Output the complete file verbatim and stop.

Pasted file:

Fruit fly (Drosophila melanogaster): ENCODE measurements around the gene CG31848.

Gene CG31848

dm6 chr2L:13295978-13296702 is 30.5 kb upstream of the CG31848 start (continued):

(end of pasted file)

Fruit fly (Drosophila melanogaster): ENCODE measurements around the gene CG31848.

Gene CG31848

dm6 chr2L:13295978-13296702 is 30.5 kb upstream of the CG31848 start (continued):